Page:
Monday, June 13, 2005

T.I.P.S. 101** Why Excellent Service?

Why Excellent Service?
By Gil C. Schmidt

Okay, this might seem waaaay too obvious, but I’ll ask it anyway: Why provide excellent service?

I’m not trying to be cute here. I’m trying to get down to the basic issue of service as a means of success. On that basis, such a simple question proves a challenge to answer. Go ahead: try. You’ll see what I mean.

I’ve come up with three basic reasons why one should seek to provide excellent service:

• Satisfaction: When one helps another person and does it well, even if its simply “part of my job,” the end result is inevitably satisfaction. In fact, both parties in the transaction are satisfied, even though sometimes neither party really notices. I once spoke to an umpire and I asked him how he knew he’d done a good job in a game. “When nobody notices me,” he replied quickly and with confidence. That night be your standard, too: quiet excellence.
• Pride: Closely allied to satisfaction, but deeper, is the feeling of pride that suffuses you when you know you have done excellent work. Often triggered by compliments and thus in danger of becoming vanity (the true Deadly Sin, as Pride is as natural as Love), pride comes from one’s own evaluation, not that of others. That sense of pride also has a way of becoming a glow, as you can confirm by remembering the last person who gave you extraordinary service: they almost certainly would be someone you would describe as “taking pride in their work.”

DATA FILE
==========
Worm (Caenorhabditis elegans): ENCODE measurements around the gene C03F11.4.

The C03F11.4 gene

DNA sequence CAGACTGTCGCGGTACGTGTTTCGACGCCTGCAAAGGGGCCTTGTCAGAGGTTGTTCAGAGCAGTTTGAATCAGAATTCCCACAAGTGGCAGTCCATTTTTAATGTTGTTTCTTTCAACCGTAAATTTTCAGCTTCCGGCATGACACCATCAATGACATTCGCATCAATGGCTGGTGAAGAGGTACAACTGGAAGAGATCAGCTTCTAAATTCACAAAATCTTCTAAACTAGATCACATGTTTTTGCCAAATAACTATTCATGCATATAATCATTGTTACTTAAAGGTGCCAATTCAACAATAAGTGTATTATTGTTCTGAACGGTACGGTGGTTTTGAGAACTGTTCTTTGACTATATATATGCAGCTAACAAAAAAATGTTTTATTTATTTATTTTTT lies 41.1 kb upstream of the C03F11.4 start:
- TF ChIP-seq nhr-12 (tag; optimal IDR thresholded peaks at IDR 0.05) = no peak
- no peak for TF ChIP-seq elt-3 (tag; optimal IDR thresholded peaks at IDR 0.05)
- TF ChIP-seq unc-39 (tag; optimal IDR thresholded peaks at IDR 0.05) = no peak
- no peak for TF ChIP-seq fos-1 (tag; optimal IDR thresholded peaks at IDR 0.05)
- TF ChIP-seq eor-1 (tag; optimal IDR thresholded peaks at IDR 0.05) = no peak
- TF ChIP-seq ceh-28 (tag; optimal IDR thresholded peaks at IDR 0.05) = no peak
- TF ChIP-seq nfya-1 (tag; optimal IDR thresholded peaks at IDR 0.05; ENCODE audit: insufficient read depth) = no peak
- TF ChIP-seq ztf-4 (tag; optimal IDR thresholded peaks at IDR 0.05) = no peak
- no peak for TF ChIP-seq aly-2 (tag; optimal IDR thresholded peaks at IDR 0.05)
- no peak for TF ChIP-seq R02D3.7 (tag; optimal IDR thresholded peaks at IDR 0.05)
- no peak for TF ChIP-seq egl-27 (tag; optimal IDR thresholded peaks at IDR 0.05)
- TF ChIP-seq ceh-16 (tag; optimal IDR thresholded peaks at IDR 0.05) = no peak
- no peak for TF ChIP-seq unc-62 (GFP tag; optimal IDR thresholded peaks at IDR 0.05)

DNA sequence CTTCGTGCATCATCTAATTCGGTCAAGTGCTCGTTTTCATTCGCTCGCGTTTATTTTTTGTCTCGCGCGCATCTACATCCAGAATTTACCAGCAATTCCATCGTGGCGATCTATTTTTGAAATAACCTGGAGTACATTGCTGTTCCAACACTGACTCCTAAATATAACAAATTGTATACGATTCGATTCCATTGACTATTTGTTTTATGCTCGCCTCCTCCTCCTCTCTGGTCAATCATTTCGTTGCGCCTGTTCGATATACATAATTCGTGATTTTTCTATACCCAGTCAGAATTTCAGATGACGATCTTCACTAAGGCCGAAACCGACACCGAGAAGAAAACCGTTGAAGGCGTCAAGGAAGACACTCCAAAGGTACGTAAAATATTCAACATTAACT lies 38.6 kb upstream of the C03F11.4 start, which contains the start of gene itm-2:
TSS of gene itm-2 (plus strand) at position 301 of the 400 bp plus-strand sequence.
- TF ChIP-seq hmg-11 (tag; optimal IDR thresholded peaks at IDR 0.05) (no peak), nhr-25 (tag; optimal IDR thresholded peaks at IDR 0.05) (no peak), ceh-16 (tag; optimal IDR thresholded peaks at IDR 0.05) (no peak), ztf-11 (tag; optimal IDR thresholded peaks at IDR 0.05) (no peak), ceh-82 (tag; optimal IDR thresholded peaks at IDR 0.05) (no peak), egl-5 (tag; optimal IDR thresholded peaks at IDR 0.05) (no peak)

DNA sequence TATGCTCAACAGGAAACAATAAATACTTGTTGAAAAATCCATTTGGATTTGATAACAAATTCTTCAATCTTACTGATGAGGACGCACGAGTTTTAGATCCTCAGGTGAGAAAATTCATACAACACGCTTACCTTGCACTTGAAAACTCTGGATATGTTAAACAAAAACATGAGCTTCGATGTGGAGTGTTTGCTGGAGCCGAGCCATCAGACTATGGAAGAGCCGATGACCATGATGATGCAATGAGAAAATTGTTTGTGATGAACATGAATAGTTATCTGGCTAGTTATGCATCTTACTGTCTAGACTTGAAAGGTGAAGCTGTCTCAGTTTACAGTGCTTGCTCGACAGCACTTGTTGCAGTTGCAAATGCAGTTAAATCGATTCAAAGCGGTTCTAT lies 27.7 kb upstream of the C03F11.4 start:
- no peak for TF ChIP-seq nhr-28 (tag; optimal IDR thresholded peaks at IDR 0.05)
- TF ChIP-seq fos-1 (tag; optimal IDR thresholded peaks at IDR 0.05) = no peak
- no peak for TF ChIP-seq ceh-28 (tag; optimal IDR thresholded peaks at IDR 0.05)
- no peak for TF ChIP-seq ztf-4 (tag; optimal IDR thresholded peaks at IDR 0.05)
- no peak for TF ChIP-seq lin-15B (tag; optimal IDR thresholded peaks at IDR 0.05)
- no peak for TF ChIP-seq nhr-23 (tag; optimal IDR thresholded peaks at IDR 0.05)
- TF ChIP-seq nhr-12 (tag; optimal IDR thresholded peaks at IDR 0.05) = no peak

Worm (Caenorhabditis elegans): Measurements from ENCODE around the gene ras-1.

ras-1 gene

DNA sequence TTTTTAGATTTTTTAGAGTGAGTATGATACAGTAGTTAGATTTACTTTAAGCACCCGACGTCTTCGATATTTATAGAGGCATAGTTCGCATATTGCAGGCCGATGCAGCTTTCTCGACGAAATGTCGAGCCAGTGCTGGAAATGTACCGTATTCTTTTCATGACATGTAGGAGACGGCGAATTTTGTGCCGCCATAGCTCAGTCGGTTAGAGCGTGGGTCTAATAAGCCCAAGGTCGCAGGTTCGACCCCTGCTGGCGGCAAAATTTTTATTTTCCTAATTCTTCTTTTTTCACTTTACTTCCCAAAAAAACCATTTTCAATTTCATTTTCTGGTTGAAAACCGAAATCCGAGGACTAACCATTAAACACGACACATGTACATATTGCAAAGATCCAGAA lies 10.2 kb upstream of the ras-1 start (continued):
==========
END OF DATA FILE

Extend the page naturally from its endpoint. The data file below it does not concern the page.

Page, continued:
• Karma: No, I’m not going all fuzzy on you. Whether you believe in the concept of karma or not, it is very hard to argue against ancient wisdom, as enclosed in “Do unto others as you would have them do unto you”; “As you sow, so shall you reap” and “What goes around comes around.” Almost from the birth of recorded history, mankind has made it clear that service is an exchange, a compact of give-and-take. Therefore, give excellence, for it is the only way you will ever be assured of receiving it.

Maybe you have other basic reasons that expand on my own. I’d love to hear them. After all, it’s just another form of give-and-take, right?


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